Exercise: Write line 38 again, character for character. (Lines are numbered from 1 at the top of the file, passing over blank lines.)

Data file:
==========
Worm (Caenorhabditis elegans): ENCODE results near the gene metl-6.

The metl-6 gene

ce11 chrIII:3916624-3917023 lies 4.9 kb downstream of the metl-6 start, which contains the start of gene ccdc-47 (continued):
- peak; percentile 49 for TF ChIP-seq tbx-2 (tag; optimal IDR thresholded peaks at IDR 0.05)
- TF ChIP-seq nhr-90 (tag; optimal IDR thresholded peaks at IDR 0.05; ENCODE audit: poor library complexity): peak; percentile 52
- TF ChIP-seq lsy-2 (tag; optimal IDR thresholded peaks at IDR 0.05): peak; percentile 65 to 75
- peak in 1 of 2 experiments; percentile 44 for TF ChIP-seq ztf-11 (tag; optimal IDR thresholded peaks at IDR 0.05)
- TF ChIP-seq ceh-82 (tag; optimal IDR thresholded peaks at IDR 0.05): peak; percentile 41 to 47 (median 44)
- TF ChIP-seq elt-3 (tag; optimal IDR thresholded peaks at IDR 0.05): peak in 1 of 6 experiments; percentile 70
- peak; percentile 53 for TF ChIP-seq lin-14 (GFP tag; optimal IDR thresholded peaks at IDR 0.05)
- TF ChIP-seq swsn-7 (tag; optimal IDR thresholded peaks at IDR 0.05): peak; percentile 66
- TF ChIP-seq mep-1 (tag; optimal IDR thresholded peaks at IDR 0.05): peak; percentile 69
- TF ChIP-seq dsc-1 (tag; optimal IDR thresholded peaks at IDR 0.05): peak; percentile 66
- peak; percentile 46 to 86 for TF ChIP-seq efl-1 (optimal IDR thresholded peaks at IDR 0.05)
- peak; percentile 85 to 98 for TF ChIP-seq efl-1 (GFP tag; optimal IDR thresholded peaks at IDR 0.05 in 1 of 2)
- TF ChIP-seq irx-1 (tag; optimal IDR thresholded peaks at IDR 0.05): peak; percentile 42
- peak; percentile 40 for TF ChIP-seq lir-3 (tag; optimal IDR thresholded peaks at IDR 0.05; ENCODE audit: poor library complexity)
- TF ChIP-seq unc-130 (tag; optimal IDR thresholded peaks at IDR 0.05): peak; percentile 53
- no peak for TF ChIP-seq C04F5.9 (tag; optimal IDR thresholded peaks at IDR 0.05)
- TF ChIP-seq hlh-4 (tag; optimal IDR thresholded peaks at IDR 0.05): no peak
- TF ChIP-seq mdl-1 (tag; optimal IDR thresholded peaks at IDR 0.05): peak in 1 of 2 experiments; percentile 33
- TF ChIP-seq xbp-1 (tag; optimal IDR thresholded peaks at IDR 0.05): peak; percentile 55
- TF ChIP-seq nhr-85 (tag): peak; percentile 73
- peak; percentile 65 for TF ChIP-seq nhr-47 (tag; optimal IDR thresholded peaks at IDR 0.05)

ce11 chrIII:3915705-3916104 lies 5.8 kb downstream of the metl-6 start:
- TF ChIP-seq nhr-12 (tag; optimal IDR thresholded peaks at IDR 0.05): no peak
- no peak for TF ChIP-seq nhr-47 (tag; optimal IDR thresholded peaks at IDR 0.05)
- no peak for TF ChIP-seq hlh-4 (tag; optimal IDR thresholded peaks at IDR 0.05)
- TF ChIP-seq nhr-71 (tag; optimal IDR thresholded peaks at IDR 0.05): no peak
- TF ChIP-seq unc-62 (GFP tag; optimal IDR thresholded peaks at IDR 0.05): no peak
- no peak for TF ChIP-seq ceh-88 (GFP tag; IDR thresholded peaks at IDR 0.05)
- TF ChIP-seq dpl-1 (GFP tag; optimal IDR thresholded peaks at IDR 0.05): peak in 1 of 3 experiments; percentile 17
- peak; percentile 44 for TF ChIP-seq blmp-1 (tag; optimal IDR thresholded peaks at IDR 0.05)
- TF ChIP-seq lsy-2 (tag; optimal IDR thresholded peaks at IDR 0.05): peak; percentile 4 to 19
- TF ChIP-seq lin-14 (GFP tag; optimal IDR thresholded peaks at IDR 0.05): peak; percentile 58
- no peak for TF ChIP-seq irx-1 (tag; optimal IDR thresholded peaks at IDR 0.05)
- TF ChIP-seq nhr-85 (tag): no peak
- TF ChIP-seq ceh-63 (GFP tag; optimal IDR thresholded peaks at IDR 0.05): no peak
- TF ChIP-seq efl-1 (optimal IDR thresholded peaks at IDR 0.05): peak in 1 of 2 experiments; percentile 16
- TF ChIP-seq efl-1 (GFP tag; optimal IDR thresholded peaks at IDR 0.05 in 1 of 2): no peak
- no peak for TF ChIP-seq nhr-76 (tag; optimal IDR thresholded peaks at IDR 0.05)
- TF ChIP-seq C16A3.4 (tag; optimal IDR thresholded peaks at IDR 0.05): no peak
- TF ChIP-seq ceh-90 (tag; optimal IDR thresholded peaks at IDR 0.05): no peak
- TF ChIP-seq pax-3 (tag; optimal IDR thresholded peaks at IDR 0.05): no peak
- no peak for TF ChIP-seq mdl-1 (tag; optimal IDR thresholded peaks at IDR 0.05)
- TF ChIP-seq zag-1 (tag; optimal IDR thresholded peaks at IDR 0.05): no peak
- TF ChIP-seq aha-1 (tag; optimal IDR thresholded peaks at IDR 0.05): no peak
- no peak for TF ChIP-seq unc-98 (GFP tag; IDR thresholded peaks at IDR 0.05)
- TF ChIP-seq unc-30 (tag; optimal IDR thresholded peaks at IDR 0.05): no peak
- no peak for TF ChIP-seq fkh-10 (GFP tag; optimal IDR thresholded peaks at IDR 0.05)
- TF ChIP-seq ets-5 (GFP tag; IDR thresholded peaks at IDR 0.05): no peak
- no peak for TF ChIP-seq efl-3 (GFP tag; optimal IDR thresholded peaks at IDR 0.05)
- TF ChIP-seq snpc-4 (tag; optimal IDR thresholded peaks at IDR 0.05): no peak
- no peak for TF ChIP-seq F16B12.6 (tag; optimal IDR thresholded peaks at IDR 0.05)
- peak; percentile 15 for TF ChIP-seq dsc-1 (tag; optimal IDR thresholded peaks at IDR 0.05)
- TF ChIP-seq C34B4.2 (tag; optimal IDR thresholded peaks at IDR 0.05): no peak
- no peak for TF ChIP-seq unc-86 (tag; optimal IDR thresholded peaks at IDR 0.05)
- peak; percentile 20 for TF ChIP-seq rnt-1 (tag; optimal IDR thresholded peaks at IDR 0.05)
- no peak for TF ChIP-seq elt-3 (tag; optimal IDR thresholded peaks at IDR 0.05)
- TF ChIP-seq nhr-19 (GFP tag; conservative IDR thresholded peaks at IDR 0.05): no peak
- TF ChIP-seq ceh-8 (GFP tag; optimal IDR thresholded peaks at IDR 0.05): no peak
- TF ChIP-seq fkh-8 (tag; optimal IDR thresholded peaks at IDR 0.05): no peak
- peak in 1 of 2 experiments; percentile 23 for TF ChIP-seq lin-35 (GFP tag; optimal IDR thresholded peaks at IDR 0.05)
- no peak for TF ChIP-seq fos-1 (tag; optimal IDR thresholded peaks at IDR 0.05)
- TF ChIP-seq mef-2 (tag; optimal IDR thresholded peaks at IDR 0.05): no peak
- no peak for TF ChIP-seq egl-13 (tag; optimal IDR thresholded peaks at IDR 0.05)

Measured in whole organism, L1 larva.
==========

- TF ChIP-seq ceh-63 (GFP tag; optimal IDR thresholded peaks at IDR 0.05): no peak